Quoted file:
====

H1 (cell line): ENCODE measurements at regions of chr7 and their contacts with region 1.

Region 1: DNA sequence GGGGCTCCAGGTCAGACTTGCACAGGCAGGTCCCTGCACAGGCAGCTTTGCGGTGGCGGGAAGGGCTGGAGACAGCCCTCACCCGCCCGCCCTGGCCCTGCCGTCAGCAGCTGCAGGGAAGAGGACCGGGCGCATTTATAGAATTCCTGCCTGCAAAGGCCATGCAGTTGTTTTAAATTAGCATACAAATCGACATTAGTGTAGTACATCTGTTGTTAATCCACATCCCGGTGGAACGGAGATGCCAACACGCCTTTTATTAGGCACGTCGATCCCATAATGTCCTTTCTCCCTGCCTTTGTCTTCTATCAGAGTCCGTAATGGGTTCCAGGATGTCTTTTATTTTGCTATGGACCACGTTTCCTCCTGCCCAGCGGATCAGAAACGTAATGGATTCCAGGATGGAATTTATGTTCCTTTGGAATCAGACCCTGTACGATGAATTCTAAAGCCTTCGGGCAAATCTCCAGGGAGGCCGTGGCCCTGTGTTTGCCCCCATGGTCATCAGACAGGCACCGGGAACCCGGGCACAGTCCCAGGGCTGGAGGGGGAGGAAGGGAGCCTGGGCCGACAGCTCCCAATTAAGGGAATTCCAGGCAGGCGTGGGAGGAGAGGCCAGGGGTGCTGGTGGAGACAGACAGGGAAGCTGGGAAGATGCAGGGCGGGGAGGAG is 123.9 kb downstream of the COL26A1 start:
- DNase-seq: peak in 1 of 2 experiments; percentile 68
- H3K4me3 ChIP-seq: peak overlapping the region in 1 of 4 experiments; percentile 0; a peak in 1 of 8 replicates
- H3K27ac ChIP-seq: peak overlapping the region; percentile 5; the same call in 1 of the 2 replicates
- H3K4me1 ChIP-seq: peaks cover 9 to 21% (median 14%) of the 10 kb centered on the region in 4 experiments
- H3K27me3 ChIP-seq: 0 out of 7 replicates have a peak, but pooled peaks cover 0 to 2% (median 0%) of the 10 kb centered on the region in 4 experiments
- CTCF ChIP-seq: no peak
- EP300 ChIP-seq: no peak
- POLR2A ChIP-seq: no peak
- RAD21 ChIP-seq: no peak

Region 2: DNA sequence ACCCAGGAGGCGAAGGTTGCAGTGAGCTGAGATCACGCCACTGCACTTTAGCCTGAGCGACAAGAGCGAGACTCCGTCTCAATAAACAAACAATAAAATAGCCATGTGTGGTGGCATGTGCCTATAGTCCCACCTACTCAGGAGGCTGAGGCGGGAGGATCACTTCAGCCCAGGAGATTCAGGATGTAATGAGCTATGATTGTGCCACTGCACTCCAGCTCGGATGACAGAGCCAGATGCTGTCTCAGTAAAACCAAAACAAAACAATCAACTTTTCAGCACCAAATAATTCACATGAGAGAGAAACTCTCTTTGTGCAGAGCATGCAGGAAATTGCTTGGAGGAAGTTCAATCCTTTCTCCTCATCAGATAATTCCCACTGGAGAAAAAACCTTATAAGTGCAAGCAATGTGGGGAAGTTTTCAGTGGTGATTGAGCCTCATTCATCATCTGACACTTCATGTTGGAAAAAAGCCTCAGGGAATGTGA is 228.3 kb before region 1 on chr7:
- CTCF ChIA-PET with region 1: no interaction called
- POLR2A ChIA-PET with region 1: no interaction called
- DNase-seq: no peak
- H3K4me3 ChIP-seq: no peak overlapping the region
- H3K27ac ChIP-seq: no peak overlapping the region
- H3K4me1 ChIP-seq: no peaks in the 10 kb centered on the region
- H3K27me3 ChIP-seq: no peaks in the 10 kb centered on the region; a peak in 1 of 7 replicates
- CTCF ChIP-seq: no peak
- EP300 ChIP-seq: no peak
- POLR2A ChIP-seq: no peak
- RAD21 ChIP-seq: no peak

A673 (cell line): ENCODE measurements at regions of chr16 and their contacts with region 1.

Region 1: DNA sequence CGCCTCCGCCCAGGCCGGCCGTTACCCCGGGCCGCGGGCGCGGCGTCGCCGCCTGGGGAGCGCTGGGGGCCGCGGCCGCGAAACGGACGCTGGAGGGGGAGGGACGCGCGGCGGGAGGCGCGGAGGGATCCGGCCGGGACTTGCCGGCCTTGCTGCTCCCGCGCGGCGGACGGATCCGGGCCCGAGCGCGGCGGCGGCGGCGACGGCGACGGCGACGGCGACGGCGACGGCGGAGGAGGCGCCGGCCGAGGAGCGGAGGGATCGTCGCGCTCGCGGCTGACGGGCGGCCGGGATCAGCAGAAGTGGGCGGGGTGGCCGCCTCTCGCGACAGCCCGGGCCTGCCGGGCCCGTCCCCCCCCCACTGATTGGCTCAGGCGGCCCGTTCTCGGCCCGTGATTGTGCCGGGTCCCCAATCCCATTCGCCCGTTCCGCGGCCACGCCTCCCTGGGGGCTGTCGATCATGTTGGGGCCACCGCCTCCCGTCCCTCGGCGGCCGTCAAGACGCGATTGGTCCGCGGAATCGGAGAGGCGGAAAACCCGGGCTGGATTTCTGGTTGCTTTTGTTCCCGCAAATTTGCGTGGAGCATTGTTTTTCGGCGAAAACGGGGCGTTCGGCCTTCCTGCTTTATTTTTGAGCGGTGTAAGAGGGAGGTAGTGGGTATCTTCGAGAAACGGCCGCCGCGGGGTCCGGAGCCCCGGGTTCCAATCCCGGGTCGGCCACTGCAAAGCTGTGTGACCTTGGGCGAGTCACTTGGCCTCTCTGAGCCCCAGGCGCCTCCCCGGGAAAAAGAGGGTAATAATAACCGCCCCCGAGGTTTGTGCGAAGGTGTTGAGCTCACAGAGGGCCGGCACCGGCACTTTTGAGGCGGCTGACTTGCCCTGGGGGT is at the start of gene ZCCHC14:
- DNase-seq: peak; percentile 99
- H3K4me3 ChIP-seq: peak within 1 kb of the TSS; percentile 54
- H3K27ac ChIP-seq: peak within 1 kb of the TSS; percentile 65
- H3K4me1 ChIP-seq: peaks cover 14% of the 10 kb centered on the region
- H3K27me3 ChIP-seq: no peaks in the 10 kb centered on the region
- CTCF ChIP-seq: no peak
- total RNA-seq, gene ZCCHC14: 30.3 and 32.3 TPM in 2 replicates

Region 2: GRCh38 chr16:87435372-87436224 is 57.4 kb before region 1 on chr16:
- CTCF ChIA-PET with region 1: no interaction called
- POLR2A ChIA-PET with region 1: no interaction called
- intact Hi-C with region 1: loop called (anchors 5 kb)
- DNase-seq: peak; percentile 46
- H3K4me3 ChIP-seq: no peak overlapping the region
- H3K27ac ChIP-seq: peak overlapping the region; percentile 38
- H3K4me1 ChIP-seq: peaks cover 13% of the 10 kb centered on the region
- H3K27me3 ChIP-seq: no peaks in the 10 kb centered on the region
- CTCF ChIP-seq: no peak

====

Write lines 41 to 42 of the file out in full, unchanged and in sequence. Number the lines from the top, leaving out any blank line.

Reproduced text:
- H3K27me3 ChIP-seq: no peaks in the 10 kb centered on the region
- CTCF ChIP-seq: no peak